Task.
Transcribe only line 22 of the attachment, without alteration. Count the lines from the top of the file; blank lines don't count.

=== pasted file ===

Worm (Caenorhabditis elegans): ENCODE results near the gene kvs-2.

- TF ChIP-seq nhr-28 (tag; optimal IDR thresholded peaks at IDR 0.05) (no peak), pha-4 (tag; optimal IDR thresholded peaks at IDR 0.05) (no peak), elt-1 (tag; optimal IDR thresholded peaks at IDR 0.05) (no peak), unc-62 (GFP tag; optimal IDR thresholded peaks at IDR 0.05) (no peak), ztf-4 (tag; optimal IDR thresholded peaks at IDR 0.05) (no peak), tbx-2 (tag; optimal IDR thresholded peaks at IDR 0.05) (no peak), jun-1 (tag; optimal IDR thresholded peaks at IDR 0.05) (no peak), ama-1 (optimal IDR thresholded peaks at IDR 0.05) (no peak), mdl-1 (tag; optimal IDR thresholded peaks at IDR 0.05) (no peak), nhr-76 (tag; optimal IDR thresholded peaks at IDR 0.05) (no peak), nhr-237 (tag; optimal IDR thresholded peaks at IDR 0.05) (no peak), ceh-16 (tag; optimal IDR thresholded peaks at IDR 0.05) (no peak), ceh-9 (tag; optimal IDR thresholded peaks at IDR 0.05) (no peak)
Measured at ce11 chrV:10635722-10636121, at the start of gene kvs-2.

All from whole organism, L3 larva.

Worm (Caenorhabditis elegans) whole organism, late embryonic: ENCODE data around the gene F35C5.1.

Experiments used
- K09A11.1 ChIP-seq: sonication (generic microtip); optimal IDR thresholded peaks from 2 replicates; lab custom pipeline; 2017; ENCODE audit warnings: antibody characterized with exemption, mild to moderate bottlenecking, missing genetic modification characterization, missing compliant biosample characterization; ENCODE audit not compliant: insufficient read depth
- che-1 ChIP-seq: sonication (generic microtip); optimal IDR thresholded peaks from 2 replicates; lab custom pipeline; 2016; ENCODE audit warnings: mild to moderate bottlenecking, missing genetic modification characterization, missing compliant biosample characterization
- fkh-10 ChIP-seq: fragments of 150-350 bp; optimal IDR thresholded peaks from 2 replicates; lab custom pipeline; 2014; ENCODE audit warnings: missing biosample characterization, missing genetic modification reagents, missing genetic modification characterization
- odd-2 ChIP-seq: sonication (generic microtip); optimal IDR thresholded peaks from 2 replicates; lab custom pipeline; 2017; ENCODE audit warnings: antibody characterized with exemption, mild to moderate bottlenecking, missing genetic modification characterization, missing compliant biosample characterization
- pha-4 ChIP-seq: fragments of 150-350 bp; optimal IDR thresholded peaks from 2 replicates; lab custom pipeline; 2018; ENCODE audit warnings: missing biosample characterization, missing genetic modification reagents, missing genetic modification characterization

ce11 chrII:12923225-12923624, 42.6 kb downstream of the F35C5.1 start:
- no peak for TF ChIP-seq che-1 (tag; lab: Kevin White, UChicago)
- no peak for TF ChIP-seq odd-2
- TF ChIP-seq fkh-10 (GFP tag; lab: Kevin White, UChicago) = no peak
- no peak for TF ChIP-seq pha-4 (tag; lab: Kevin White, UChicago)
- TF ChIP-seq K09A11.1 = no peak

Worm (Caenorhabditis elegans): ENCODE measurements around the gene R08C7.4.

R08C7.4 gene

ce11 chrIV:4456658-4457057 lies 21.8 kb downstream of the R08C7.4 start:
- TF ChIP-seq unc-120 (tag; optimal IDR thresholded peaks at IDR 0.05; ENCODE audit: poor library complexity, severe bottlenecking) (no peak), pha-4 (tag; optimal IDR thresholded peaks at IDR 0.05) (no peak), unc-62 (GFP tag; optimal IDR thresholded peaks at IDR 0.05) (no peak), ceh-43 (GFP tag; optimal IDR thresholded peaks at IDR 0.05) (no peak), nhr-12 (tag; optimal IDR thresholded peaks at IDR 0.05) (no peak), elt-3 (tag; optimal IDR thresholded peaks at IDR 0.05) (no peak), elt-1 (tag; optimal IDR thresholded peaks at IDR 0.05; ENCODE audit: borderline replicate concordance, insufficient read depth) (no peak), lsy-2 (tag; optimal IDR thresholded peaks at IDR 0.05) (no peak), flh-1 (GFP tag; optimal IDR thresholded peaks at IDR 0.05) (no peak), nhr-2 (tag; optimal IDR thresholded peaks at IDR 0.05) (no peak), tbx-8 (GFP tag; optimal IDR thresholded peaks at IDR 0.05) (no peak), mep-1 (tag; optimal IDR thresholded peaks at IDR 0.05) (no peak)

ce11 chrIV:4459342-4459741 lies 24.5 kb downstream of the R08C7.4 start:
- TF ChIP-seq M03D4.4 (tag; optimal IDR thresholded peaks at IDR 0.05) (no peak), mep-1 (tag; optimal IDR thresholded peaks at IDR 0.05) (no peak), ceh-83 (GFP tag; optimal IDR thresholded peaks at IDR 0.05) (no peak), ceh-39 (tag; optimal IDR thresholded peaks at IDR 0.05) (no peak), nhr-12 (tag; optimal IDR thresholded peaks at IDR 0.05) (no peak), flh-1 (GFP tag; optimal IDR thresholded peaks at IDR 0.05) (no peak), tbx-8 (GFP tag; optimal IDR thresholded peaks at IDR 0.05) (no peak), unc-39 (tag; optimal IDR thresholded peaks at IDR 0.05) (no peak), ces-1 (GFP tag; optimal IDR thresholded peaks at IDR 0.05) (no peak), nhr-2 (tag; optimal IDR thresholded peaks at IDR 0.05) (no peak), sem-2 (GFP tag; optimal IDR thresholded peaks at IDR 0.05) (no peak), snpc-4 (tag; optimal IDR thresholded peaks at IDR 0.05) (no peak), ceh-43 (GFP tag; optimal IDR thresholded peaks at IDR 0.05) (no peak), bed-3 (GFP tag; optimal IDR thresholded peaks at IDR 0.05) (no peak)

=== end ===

ce11 chrIV:4459342-4459741 lies 24.5 kb downstream of the R08C7.4 start: